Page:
It was Ben and his wife Monika who taught me how to listen with care… which is an expressive act of love. You see, listening is not passive. It is an action, just as love is. Listening with care is love in action–it’s how you hear beyond just the words used to hear the truth. And the truth is sometimes more frightening than anything you’ve been taught to memorize and repeat because the truth takes you out of your comfort zone–it stretches you and makes you grow. It changes you. But the truth also sets you free. You see, God does not live in a neat and tidy little box only to be dusted off and taken out when we feel the need or desire to do so. When you put God in a box, He has a tendency to blow the top off and kick the sides down and do something that confounds the understanding. Because we human beings are created in God’s image, we have a bad habit of doing the same thing when you put us in a box.

A little less than a year ago, this cousin took me a little out of my comfort zone when she gave a TEDx talk on the complexities of gender which also addressed the nasty little habit we have of expecting people to fit in the boxes we have constructed for them. It took me out of my comfort zone by introducing me to uncomfortable truths–such as the fact that a practice which we in the Western world decry in other parts of the world happens daily here under the guise of “protecting the psychological well-being of children.” I also recognized my own habit of sorting people into boxes based on appearance–something I’m getting much better at, but still have some work to do on.

mileycyrus11Still in the “Needs Eyebleach” box.

You see, in the Western world, nearly anything is permissible so long as you put it in the context of being “for the children.” Hatred, bigotry, disunity, contentions… all permissible, so long as you are “protecting the children.” But it’s important to remember what Paul said in I Cor 10:23, all things may be permissible, but “…not all things are helpful…not all things edify. Let no one seek his own, but each one the other’s well-being.”

More recently, my cousin spoke again. She touched on how Jesus handled situations with those who were different from Him–and for Christians, He is our example. Jesus’ judgement was reserved for hypocrites within the church of His day… not one time did Jesus ever judge or condemn any person who was not a Pharisee, Sadducee, priest, or otherwise involved in hypocrisy that made it harder for people of His day to seek and know God. He declined even to judge Pilate or any occupying Roman, simply speaking truth instead. In this recent talk, which is available on her blog, Shifting Parallax under the post “Anunnaki’s Story,” my cousin spoke again about the need to listen with care. She mentioned one of the worship leaders at her church talking about the fact that “part of ministry is radical intentional hospitality” and that such hospitality involves “being mindful of the needs of those who have differences.”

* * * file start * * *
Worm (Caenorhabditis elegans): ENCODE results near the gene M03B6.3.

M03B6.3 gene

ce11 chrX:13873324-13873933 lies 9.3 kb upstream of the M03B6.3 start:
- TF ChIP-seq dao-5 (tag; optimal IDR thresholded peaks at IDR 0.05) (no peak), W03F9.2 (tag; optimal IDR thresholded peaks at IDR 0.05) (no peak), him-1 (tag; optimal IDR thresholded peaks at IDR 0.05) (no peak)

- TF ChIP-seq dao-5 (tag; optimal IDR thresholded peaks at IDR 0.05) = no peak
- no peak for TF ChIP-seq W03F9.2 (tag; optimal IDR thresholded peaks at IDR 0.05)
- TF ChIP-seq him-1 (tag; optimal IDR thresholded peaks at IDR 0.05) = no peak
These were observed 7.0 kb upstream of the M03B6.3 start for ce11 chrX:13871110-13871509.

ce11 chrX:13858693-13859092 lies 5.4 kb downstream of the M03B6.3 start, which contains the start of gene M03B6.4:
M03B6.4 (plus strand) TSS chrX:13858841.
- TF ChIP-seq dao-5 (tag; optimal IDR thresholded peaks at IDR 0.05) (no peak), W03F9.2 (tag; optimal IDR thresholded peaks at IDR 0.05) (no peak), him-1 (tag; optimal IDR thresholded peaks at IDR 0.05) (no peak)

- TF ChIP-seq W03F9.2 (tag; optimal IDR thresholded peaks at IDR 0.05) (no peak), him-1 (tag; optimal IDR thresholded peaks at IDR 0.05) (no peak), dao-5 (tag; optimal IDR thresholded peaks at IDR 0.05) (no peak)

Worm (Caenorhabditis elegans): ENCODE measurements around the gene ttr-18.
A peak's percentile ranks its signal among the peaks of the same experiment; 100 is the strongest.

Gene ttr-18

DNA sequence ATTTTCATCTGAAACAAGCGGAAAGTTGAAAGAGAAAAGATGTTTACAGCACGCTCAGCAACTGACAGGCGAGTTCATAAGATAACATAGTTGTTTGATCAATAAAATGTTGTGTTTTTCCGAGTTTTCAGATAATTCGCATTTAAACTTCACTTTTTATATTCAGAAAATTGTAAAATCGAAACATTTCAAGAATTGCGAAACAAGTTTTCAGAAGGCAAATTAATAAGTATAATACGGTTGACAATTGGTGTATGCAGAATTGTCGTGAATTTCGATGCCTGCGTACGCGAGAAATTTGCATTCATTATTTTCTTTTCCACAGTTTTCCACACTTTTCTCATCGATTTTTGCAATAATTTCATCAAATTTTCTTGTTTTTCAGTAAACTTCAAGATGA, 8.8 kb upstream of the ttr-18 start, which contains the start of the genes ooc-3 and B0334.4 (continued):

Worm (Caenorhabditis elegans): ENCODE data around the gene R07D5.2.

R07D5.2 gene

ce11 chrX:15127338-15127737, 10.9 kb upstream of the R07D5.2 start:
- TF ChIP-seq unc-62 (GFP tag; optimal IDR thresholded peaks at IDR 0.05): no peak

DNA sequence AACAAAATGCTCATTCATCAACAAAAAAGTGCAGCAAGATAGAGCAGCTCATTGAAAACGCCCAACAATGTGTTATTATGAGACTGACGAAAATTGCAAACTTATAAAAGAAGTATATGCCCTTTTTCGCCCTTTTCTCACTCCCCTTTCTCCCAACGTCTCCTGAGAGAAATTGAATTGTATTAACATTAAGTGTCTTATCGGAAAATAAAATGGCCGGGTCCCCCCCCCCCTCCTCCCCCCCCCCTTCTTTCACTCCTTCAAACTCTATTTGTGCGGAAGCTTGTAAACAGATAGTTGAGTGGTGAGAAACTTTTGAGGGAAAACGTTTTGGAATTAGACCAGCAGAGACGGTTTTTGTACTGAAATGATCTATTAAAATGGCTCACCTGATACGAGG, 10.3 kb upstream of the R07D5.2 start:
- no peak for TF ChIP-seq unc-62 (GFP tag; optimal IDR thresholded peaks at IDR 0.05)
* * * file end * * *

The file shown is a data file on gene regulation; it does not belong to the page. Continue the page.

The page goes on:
Paul says similar in I Cor 9:19-22:

For though I be free from all men, yet have I made myself servant unto all, that I might gain the more. And unto the Jews I became as a Jew, that I might gain the Jews; to them that are under the law, as under the law, that I might gain them that are under the law; To them that are without law, as without law, (being not without law to God, but under the law to Christ,) that I might gain them that are without law. To the weak became I as weak, that I might gain the weak: I am made all things to all men, that I might by all means save some.”

At about 16:30 in the video (and it is very important for everyone, particularly for Christians, to take the time to watch the entire 30 minutes of the video), Anunnaki begins to speak. His story is moving and it is powerful. It is a firm reminder that, much like God, human beings–who are made in God’s image–do not fit neatly into boxes… and trying to shove a human being into a box that you have created for them simply doesn’t work. As we have seen from news headlines over the past few years, it may even be fatal to them.